Competitors – Bah-Hum-Bug!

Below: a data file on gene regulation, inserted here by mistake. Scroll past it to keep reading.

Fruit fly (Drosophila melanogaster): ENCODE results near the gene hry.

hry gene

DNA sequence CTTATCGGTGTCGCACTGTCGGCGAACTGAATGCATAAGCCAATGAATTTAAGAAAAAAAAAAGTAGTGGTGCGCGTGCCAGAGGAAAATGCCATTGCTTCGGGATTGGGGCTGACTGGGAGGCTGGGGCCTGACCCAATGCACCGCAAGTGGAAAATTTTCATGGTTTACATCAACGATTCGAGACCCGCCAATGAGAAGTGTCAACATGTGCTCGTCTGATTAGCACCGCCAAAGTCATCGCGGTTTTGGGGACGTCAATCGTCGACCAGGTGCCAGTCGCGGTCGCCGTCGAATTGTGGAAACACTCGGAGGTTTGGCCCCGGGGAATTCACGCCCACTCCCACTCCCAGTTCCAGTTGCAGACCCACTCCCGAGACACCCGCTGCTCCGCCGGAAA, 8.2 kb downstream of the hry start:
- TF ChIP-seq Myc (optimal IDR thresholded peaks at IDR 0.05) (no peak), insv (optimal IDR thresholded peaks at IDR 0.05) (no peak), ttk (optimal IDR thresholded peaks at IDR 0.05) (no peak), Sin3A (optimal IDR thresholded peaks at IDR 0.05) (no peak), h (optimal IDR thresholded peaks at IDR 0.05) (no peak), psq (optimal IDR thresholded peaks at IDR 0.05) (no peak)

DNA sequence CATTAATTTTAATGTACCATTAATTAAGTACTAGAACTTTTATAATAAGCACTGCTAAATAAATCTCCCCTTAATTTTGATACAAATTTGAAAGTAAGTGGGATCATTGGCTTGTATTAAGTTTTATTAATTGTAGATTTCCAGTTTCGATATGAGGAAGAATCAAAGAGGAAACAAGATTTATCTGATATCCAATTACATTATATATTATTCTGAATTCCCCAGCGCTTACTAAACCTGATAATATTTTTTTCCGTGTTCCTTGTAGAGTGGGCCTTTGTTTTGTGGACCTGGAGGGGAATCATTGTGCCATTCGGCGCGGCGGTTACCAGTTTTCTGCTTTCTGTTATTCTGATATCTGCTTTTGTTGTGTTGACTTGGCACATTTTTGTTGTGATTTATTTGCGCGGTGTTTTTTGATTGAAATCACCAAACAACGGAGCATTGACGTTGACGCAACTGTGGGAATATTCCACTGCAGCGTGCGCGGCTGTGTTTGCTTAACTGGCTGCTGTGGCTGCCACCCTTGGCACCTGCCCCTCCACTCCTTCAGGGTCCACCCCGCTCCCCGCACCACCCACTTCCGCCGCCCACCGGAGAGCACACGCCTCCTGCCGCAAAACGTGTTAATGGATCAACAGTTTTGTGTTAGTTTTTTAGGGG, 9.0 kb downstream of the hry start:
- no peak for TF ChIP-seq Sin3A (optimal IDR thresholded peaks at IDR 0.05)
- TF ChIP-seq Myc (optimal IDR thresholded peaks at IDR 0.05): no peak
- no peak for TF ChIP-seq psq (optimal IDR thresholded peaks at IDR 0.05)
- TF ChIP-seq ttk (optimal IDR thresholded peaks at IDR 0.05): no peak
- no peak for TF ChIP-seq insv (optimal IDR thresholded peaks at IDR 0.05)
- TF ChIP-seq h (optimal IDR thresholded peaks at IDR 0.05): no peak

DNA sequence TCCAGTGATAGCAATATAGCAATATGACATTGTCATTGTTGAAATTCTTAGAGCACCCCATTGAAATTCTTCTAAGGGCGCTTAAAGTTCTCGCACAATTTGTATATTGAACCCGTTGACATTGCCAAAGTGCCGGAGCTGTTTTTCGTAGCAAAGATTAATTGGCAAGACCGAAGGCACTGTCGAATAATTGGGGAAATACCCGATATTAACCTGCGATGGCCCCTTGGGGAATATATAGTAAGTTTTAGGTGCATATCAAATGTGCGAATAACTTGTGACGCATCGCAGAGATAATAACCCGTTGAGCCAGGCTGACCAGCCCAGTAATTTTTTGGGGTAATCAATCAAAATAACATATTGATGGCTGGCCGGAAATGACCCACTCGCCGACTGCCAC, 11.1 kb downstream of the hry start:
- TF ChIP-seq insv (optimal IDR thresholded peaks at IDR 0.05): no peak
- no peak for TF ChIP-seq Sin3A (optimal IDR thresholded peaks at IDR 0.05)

I have a business in an area where there is no competition, yet my business is failing. On the opposite end of town the same business is thriving. What am I missing? There could be any number of reasons why your business is failing. • Is your location easily accessible to the busy client who has money to spend? • Good visibility? • Is your product as high or higher in quality as your competitor? • Have you compared your product with theirs? o Employ a brutally honest person to do the comparison with you. • How does your pricing compare? o Unfortunately, this is generally the only comparison competitors – especially small businesses – tend to make. Price is not always the issue. ? If I make a fresh baked chocolate chip cookie warm and moist with chocolate and crunchy with walnuts that melts in your mouth, but I charge a dime more – and your cookie tastes like it came from a box - I guarantee you, mine will sell for that extra dime. • What differs in customer services? o Are you and your employees smiling and ready to help when a customer enters your store? o Do you listen carefully to customer requests and complaints? • Does your area of town consist of people who want your product? o How do you know? ? Did you do a market survey? ? Were the demographics accurate? Have they changed? All of these issues should have been addressed before opening your business. If they were, has something dramatic changed in the geographic area? If not, take a look at the internal workings of your business – purchasing habits, bookkeeping issues, hours of operation, employee salaries, your salary and so forth. Frequently, when small businesses panic because sales drop off, they mistakenly think that adding product will change things. When times get tough – there are exceptions to this rule – learn to put your energy into being the very best in your chosen field. Leave no stone unturned to create a stellar reputation for quality and service. Unfortunately, frantic expansion can sometimes look like desperation to the astute customer. Address all these areas with total honesty – get some help – and make the changes necessary. There’s a chance you can save the business. Good luck.

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